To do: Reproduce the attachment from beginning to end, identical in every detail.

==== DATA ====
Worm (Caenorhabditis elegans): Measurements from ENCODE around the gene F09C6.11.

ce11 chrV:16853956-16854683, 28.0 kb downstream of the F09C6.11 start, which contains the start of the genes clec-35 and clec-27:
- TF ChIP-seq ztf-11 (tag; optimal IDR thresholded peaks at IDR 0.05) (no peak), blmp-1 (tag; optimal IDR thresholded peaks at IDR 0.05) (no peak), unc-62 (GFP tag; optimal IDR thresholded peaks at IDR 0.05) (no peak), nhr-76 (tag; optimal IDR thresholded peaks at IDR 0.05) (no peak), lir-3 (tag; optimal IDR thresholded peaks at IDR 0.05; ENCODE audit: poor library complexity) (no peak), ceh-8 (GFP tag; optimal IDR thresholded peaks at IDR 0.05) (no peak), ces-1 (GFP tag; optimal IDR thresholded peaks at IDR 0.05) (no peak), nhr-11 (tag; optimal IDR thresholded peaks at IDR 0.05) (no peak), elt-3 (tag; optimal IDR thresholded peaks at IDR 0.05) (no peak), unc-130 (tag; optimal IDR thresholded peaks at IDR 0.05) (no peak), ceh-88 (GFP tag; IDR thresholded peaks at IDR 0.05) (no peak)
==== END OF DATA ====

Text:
Worm (Caenorhabditis elegans): Measurements from ENCODE around the gene F09C6.11.

ce11 chrV:16853956-16854683, 28.0 kb downstream of the F09C6.11 start, which contains the start of the genes clec-35 and clec-27:
- TF ChIP-seq ztf-11 (tag; optimal IDR thresholded peaks at IDR 0.05) (no peak), blmp-1 (tag; optimal IDR thresholded peaks at IDR 0.05) (no peak), unc-62 (GFP tag; optimal IDR thresholded peaks at IDR 0.05) (no peak), nhr-76 (tag; optimal IDR thresholded peaks at IDR 0.05) (no peak), lir-3 (tag; optimal IDR thresholded peaks at IDR 0.05; ENCODE audit: poor library complexity) (no peak), ceh-8 (GFP tag; optimal IDR thresholded peaks at IDR 0.05) (no peak), ces-1 (GFP tag; optimal IDR thresholded peaks at IDR 0.05) (no peak), nhr-11 (tag; optimal IDR thresholded peaks at IDR 0.05) (no peak), elt-3 (tag; optimal IDR thresholded peaks at IDR 0.05) (no peak), unc-130 (tag; optimal IDR thresholded peaks at IDR 0.05) (no peak), ceh-88 (GFP tag; IDR thresholded peaks at IDR 0.05) (no peak)